What I like best about the book is how it strikes at the very core (of insecurities, philosophy, meaning. etc). One could call it an "axiomatic exploration," and such a thing is not new to philosophy or literature. Not being new is no crime; I find the idea that this book should be criticized because it hasn't presented anything wholly revolutionary or new to be a bit amusing. I mean, is this the standard we usually apply? So what if countless fans have reoriented their world view around Pirsig's ideas, or if Pirsig is a true believer of every assertion in the book? Zen and the Art of Motorcycle Maintenance is a work of art, and should be judged that way. Now, not all critiques have been this unfair or unfocused. If one finds the philosophy presented in the book unimpressive, or the prose inauthentic, or the plot too thin, OK fair enough (I should warn you that I tend to care more for characters and their experiences, than for plots. And I can't judge how good or bad the arc of the book is, because I tend not to need or desire very much of that). But the value of the ideas presented in the book, and the prose therein, are in their ability to provoke empathy, thought, wonder, and perhaps even a little existential angst. If the book does a poor job of that, so be it, but it sparked all these emotional responses in me and in many others.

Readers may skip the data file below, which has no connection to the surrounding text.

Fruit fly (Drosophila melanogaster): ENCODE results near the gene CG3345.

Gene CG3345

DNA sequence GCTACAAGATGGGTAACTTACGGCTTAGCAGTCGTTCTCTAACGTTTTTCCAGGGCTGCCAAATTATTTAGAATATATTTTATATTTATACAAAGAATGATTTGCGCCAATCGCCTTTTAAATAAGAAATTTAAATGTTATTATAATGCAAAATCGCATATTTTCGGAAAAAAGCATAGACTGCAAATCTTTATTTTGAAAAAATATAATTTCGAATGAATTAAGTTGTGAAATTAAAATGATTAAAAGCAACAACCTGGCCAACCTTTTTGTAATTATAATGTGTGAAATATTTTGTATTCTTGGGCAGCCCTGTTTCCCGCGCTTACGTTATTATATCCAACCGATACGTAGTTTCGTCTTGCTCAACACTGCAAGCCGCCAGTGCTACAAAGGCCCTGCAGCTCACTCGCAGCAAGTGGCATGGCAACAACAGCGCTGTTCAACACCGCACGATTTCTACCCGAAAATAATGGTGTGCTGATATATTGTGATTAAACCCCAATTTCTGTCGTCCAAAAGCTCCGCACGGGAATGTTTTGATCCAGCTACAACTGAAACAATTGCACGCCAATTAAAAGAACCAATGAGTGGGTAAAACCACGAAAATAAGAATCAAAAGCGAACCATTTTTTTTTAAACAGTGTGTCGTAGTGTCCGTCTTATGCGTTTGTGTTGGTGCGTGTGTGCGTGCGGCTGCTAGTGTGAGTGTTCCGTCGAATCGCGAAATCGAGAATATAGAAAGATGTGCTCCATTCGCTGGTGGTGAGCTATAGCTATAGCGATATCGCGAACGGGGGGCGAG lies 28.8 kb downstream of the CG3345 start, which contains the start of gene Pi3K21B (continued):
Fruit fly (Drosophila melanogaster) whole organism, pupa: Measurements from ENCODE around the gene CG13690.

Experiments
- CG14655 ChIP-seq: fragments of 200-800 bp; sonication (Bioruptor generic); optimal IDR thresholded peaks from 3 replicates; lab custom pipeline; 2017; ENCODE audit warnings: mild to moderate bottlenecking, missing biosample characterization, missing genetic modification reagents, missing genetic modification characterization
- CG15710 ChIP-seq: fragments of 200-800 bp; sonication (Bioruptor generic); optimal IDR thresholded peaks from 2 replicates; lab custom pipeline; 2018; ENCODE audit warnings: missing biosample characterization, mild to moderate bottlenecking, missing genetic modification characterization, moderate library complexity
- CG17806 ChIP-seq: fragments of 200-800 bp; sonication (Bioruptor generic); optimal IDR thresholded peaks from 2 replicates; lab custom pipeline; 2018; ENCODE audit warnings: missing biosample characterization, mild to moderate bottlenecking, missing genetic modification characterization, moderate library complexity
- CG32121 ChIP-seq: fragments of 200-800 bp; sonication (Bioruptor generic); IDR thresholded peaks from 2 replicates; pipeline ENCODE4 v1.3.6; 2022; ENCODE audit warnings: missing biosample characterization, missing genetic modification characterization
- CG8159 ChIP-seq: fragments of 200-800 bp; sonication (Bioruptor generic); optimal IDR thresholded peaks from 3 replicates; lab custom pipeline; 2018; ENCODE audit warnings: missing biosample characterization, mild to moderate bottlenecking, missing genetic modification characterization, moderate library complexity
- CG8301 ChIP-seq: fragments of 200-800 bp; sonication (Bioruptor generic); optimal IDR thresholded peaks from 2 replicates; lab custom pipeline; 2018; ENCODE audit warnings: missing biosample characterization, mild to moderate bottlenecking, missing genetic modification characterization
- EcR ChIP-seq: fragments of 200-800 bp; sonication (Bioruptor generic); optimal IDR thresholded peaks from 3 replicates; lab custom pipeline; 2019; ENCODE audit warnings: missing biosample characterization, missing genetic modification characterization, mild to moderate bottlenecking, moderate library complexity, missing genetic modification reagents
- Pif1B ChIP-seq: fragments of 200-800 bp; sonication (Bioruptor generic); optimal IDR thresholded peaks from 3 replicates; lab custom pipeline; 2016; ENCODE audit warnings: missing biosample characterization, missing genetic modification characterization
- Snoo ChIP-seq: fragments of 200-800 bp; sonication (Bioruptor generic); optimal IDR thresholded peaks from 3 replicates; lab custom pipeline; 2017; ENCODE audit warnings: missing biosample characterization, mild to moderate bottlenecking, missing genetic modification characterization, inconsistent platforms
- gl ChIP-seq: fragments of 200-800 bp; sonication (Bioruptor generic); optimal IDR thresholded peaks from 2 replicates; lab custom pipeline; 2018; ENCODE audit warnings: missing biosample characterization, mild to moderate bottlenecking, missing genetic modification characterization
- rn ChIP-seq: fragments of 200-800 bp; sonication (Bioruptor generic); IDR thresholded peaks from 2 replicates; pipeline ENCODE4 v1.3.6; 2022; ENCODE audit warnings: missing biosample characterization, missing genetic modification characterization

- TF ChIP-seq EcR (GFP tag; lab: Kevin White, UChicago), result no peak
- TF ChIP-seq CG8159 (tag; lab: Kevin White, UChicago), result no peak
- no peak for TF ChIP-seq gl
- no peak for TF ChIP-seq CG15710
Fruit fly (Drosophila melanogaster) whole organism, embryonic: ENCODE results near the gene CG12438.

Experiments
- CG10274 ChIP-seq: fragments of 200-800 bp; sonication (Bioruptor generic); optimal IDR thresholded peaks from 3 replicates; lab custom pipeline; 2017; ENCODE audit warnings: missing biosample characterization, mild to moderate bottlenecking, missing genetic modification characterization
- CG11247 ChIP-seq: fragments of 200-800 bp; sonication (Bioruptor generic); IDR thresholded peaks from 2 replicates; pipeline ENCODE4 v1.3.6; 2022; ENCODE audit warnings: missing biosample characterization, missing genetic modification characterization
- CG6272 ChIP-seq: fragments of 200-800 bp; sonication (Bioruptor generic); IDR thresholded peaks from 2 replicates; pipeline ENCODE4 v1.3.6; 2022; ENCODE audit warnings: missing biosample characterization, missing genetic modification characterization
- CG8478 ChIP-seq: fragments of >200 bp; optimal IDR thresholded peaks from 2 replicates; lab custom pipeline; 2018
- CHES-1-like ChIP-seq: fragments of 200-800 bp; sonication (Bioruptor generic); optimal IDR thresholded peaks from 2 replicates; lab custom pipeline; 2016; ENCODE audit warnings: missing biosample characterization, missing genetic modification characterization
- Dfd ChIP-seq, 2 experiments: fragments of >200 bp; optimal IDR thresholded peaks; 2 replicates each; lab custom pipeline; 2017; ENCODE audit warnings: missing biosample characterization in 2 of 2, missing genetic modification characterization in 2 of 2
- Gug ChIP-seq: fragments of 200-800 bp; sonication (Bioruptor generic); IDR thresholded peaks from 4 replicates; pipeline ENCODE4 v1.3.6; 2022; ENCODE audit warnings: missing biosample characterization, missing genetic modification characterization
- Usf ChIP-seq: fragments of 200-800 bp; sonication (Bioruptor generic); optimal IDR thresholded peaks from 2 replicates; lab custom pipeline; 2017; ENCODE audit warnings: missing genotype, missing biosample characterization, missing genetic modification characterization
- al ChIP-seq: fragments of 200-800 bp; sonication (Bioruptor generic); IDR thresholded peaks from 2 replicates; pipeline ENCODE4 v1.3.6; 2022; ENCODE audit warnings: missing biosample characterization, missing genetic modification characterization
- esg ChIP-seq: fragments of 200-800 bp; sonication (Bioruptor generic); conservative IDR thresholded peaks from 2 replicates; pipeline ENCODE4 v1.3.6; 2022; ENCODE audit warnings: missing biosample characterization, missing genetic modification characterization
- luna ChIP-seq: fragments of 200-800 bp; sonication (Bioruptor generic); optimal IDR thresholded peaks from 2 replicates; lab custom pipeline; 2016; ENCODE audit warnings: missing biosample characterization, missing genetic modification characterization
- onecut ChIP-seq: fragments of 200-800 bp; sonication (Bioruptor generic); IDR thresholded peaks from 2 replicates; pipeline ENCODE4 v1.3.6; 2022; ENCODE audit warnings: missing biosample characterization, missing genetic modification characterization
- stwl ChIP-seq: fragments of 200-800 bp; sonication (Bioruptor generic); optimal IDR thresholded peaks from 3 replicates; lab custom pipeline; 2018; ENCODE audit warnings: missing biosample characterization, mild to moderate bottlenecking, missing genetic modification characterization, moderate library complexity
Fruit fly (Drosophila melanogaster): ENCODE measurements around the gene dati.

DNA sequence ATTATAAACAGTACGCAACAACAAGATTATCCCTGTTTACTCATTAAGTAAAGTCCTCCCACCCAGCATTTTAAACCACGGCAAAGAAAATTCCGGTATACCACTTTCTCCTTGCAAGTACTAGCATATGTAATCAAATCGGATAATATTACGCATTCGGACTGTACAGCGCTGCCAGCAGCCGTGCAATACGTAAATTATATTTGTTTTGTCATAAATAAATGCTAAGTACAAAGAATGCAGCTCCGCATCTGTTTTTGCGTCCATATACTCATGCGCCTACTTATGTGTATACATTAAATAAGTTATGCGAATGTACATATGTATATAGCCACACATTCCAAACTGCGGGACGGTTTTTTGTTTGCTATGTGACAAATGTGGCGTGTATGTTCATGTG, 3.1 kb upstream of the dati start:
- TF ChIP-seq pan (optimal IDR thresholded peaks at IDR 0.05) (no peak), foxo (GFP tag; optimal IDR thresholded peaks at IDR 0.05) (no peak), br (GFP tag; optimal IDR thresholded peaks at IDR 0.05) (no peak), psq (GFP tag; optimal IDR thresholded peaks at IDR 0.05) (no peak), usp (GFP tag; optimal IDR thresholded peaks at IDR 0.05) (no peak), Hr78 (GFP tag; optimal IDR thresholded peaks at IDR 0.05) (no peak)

One gets a feel for how heavy life is for the narrator, how hard he takes things, and the challenges present in his dealings with himself and others (but mostly with himself). Affection and blame fly in all directions in the book. Whether either is warranted is not the point. If the book catches you at the right time, it may change your life, at the wrong time, it may annoy the piss out of you. While evoking all sorts of feelings, good and bad, it neither single handedly changed my life or caused me to want to pull my hair out. But it definitely had me hooked as I was reading it, and after I finished, it left quite an impact. That says a lot about a book, in my view.